People from all over the world, who were not born in Greece, but are of Greek origin, are interested in learning what is required to apply for and obtain the Greek citizenship.
They were born outside Greece, to parents, or grandparents, or sometimes even great-grandparents, who were born in Greece. Or simply, to ancestors who were never born in Greece, but were undoubtedly Greek, like the Greeks of the Ottoman Empire (Turkey), of the Middle East (Egypt, Lebanon, Syria etc.), of Russia and the other former soviet republics.
Those who can prove they have ancestors born in Greece can apply for certification of their Greek citizenship, while those whose ancestors were never born in Greece, are entitled to apply for naturalisation. Both types of application lead to the same goal, the fully-fledged Greek (and European) citizenship.
Anyone who wishes to learn whether they are eligible for Greek citizenship and if so, how to apply for it, must have part or all of the following information.
The starting point is the full name and data of the ancestor(s) of the applicant, who were born in Greece. This includes the ancestor’s name, surname, father’s first name, the place of the ancestor’s birth in Greece, as close as possible and the year of birth in Greece, as accurately as possible.
Once the above information is available, a search can be undertaken to determine whether any birth or other record of the Greek-born ancestor can be located at the official archives or municipal records of any Greek town or village. If the result is positive, the possibility for the particular applicant to obtain citizenship increases dramatically.
Next, we need the marriage certificate of the ancestor. It does not matter if the marriage took place in Greece, which is preferable, or outside Greece. If both ancestors (parents or grandparents) were born in Greece, things are easier.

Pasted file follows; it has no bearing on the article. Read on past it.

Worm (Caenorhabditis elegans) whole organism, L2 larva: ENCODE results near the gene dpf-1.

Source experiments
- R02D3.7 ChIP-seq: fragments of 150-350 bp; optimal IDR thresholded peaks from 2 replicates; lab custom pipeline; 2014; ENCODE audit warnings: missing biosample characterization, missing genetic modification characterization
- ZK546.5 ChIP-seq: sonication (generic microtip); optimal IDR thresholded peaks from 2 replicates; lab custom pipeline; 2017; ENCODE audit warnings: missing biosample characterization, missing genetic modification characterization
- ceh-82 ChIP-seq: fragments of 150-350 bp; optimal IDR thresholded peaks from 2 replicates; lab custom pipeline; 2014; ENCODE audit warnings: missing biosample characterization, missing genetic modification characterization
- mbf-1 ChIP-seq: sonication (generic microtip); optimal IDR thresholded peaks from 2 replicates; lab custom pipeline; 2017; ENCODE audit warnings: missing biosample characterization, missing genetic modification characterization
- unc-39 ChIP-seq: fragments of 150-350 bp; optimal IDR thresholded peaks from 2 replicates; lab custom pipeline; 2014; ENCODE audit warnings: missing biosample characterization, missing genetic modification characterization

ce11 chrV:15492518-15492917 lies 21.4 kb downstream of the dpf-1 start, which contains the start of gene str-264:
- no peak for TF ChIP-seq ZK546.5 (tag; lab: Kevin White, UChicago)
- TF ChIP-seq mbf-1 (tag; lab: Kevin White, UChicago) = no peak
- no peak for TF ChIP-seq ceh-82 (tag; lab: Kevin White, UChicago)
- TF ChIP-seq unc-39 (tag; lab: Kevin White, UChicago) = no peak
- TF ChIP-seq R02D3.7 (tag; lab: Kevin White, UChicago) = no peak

In the case where only one of the grandparents was Greek-born, the gender is of importance. If the Greek-born ancestor is/was a grandfather, his marriage to a non-Greek grandmother must be proven religious, Greek Orthodox, if he was Greek Orthodox, or religious Jewish, if he was Jewish, etc.
If, on the other hand, the Greek-born ancestor is/was a grandmother, married to a non-Greek grandfather, her marriage must today be proven just civil, not religious.
The type of marriage (civil or religious of any dogma) of the parents of the applicant is not relevant and cannot be an obstacle to the citizenship application, as long as there is a certified copy of it (with the certificate of the Apostille, from certain countries like the USA, Australia, South Africa, but not Canada).
The birth certificate of the Greek parent of the applicant is also required, as well as the birth certificate of the applicant themselves, also with Apostille, if from certain countries. If the grandparent or parent of the applicant was divorced prior to the marriage from which the applicant was born, the divorce court decision and the previous marriage certificate may also be needed. A divorce after the birth of the applicant is not of importance and usually is not even registered in Greece.
If the Greek ancestor of the applicant was not born in Greece, the applicant must know where he/she was born. In such a case, the application will be filed for naturalisation and the process does not necessarily require a strict line of birth and marriage certificates from the Greek ancestor to the present applicant.
However, an interview with the Consul of Greece is the basic requirement, so that the Greek administration determines how Greek the applicant feels, whether he/she speaks the language, if there are ties with Greece, relatives, friends, visits, professional or other plans related to Greece and a general knowledge of the culture and history of the country.
* Christos Iliopoulos, attorney at the Supreme Court of Greece, LLM – www.greekadvocate.eu